But Capaccioni said the state had to do everything it could to get him to talk, because he is “a top Cosa Nostra boss who knows a lot of secrets”.

She said he could tell police about his role in the murder of anti-mafia judges Giovanni Falcone and Paolo Borsellino, slain in car bombings in 1992 for which the mobster has been convicted.

Messina Denaro might be able to shed some light on rumoured secret deals between the state and the organised crime organisation, Capaccioni said.

“This would open so many Pandora’s boxes about our country and the political parties that collaborated with the mafia,” she said.

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Italian killer with mafia links arrested in France after 16 years on the run

A convicted murderer linked to one of Italy's most powerful mafia organisations was arrested on Thursday in central France, Interpol said.

Italian killer with mafia links arrested in France after 16 years on the run

Edgardo Greco, 63, is suspected of belonging to the notorious ‘Ndrangheta, a powerful mafia organisation in Calabria, southern Italy.

He is wanted in Italy to serve a life sentence for the murders of Stefano and Giuseppe Bartolomeo, and accused of the attempted murder of Emiliano Mosciaro “as part of a mafia war between the Pino Sena and Perna Pranno gangs that marked the early 1990s”, Interpol said.

The Bartolomeo brothers were beaten to death with iron bars in a fish warehouse, Italian police said.

Greco’s arrest in central France came with help for Italy and France from the “Cooperation against ‘Ndrangheta Project” (I-CAN) run by Interpol, which facilitates police cooperation between its 195 member states.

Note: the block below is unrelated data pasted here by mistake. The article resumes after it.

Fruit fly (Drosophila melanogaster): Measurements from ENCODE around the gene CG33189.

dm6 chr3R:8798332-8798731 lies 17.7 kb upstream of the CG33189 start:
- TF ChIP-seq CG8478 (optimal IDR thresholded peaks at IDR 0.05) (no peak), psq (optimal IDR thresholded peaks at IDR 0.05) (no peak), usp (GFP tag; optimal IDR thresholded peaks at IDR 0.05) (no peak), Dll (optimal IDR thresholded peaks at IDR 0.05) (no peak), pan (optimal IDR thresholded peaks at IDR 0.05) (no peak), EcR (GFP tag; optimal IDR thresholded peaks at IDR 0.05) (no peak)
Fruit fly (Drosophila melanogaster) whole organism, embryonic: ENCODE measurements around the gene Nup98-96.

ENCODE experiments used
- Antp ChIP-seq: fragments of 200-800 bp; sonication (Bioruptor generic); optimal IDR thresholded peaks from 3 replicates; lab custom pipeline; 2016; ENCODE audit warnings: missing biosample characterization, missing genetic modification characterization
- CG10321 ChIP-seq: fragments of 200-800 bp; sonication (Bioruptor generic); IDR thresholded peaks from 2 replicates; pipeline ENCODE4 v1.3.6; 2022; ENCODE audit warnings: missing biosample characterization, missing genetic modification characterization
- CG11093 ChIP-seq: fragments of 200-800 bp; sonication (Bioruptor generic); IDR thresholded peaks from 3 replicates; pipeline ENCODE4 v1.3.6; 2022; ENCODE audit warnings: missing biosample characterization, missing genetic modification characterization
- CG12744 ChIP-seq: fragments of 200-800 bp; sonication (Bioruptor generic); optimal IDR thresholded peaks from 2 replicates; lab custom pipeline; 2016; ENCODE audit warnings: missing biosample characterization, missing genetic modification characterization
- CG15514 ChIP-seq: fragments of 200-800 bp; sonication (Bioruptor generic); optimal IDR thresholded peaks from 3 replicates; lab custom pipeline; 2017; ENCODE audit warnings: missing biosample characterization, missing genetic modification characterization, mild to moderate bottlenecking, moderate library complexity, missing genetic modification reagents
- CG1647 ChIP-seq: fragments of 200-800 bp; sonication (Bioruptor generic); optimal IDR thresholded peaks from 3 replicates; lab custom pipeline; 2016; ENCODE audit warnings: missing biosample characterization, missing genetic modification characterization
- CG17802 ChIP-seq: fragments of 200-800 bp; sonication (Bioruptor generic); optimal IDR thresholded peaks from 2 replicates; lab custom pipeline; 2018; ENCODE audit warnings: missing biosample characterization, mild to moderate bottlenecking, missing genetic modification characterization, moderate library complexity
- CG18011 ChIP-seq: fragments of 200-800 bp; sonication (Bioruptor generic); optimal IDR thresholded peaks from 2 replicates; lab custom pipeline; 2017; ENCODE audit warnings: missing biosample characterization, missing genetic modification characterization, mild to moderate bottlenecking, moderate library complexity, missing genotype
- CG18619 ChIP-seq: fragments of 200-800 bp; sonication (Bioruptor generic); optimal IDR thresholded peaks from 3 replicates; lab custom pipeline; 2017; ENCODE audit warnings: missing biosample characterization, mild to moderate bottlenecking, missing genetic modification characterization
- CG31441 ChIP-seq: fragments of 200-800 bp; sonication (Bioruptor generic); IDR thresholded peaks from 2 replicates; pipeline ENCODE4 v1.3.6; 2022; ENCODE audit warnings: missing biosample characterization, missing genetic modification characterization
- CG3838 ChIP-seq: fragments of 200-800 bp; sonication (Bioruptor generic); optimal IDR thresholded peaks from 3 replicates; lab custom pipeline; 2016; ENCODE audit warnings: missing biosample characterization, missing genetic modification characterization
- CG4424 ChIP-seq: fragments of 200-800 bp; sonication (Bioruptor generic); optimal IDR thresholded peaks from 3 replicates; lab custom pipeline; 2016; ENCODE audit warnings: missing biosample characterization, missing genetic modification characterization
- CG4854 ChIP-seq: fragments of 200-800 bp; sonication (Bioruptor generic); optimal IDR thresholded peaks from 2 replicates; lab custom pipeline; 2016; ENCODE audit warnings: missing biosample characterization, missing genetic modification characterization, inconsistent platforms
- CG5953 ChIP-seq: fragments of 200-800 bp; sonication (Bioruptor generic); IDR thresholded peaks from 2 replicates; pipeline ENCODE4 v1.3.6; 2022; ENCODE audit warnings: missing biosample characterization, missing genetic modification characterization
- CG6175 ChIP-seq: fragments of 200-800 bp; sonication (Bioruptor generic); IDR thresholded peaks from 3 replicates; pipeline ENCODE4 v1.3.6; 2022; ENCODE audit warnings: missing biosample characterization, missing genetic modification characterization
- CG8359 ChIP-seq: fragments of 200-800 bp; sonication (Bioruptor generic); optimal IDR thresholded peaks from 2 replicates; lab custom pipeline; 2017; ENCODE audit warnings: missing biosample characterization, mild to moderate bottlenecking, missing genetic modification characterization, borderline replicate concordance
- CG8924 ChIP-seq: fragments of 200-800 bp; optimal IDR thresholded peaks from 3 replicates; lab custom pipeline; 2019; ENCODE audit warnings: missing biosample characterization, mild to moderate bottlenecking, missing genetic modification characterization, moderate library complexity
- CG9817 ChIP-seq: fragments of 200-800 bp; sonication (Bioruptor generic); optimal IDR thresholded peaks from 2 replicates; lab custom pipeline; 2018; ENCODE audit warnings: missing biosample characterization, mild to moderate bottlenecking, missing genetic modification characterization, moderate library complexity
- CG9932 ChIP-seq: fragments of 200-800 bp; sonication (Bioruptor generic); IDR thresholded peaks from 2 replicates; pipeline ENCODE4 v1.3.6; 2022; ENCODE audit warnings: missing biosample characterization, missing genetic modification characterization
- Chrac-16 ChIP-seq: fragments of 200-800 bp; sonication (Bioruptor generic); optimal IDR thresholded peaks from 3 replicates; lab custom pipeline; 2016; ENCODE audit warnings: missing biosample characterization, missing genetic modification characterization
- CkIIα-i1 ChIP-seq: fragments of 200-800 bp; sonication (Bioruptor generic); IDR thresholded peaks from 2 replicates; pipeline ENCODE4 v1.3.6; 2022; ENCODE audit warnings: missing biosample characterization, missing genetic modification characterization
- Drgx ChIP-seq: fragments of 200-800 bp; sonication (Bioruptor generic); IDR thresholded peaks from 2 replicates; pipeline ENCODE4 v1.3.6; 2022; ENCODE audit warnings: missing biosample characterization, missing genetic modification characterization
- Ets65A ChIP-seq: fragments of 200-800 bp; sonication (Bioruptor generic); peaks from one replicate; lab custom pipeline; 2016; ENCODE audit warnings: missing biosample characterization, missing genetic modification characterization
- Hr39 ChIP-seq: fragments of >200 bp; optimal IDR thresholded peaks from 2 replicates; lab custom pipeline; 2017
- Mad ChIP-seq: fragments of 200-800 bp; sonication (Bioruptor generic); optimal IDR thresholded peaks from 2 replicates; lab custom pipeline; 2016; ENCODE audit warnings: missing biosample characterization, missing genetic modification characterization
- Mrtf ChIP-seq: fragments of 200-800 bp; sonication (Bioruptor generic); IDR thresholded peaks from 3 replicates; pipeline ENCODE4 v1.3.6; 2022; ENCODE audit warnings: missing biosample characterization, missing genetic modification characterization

READ ALSO: Italian police seize €250 million and arrest 56 in latest mafia blitz

Italian Interior Minister Matteo Piantedosi, quoted in Interpol’s statement, said the arrests demonstrated his country’s commitment to “fighting all forms of organised crime and locating dangerous fugitives”.

The ‘Ndrangheta is considered Italy’s most extensive and powerful mafia group, Interpol said, operating worldwide and with strong ties to the trade in cocaine bound for Europe from South America

I-CAN’s job is help raise awareness of ‘Ndrangheta and their modus operandi, sharing police information to dismantle their networks and operations, the agency said.

The arrest of Greco, who worked in the evenings in a pizza restaurant under an assumed named according to Italian media, came a week after Italian police said it had dismantled a ‘Ndrangheta mafia ring dominating a large area of southern Calabria and seized assets exceeding 250 million euros.

Fifty-six people, many already in prison, were put under criminal investigation for a series of crimes including mafia-related conspiracy, extortion, kidnapping, bribery and possession of weapons, police and prosecutors said.

The arrest of Greco comes just over two weeks after Italian police arrested one of the most notorious bosses of the Sicilian Cosa Nostra mafia, Matteo Messina Denaro, who had been on the run for 30 years.

The 60-year-old was arrested after visiting a health clinic where he was being treated in the Sicilian capital Palermo